2009 sees the opening of our new railway through the heart of the Snowdonia National Park. The magnificent scenery of this part of North Wales is best viewed from our trains, as you relax and watch the view. The towns of Caernarfon, Beddgelert, Porthmadog and Blaenau Ffestiniog, are within easy reach – and our trains will take you out of your car and straight to a large number of tourist attractions. Since the 1950s, Porthmadog has thrived on tourism, and so has the Ffestiniog Railway - and in 2009, the Welsh Highland Railway is expanding. Beddgelert is now a stop on one of the most picturesque railway lines in the UK. Ian1000 ( Wikipedia Commons) Colin Lea The Ffestiniog & Welsh Highland Railways are part of a network of tourist attractions in north- west Wales. Many other attractions are easily accessible from our trains. Caernarfon, with its Castle and walled town, the pretty village of Beddgelert, the seaside town of Porthmadog and Italianate village of Portmeirion are all just a quick train- ride away. The energetic can even get off the train at Snowdon Ranger or Rhyd Ddu and follow the footpaths to the top of Snowdon. North Wales is just a few hours by train or car, from the West Midlands, the north west and most of England. Much more information can be found about our railways. Timetable leaflets, guide books with more details of the history, flora and fauna and places to see and visit along both lines, can be obtained from our stations. Timetable leaflets are also available at many attractions and Tourist Information Offices in North Wales and beyond.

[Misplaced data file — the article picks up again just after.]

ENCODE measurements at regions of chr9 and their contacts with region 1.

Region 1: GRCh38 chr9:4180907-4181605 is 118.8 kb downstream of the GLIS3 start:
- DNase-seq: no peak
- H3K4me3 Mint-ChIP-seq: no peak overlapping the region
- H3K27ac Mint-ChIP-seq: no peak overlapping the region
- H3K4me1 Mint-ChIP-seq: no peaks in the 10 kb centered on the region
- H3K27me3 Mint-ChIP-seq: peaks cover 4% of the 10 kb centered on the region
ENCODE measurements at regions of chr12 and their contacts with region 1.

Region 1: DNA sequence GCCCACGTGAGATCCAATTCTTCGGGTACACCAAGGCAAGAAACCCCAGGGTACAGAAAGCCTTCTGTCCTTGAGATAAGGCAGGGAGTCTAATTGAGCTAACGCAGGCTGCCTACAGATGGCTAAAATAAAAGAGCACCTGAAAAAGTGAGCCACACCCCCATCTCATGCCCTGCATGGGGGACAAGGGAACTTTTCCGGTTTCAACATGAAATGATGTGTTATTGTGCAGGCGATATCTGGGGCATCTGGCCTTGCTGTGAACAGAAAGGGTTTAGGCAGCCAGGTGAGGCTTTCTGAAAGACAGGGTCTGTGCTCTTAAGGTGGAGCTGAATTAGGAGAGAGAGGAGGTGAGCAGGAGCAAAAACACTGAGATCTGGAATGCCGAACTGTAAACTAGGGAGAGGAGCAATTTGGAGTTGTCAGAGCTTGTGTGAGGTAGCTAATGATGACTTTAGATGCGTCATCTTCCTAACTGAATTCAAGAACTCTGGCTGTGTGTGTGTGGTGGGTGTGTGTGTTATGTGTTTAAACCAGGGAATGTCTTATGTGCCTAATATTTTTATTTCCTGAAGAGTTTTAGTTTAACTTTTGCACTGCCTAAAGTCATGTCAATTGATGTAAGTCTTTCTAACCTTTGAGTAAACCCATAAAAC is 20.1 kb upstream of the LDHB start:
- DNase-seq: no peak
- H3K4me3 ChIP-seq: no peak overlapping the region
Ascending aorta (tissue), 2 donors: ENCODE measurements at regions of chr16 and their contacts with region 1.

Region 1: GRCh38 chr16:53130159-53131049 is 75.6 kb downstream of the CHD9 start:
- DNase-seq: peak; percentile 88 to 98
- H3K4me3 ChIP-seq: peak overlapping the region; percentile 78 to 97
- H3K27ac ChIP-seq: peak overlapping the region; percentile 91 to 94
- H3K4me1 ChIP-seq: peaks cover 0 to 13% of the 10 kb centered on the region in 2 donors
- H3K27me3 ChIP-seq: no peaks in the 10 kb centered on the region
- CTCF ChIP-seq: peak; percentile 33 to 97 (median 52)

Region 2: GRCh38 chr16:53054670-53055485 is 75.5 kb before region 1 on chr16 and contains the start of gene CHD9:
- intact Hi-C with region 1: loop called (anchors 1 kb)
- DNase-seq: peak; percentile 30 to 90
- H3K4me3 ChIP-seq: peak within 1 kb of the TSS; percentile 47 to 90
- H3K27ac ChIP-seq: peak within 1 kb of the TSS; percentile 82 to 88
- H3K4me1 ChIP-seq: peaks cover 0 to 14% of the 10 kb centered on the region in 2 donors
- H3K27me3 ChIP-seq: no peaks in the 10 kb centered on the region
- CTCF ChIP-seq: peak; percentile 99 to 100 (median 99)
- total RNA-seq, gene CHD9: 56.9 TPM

Roy Woods A bit about our railways……. Both railways are of a narrow gauge – this smaller scale was adopted by the Ffestiniog Railway and copied by many others, not only in Britain, but also in India, South Africa and other parts of the World. The ' gauge', or width between the tracks, is only 1' 11?" or 600mm - allowing trains to negotiate the sharper curves and steeper inclines prevalent in mountainous terrain. Interestingly, this suggests that the Ffestiniog Railway adopted a metric measurement in the 1830s, certainly unusual in Britain at that time. The narrow gauge allows for smaller engines and carriages and our railways have an interesting mixture of different shapes and sizes. Most of our carriages have plenty of room for the modern tourist to travel in comfort – with at- seat buffet service of hot and cold drinks. Some trains even have a grill on board for hot snacks – especially welcome to the weary walker or cyclist! For the more intrepid traveller, some trains offer the option of travelling in Victorian splendour. These heritage carriages, some dating back to the mid- Nineteenth Century, have been restored at our own works at Boston Lodge, near Porthmadog. These smaller carriages offer a glimpse of what it was like travelling by train over a hundred years ago, although the gas- lamps have been replaced with electric light. Trains usually carry a ramp to assist passengers with mobility problems and some carriages have extra wide doors for standard- width wheelchairs. Bicycles can be carried on most trains and dogs are welcome in most carriages. Our staff are always pleased to help in any way they can.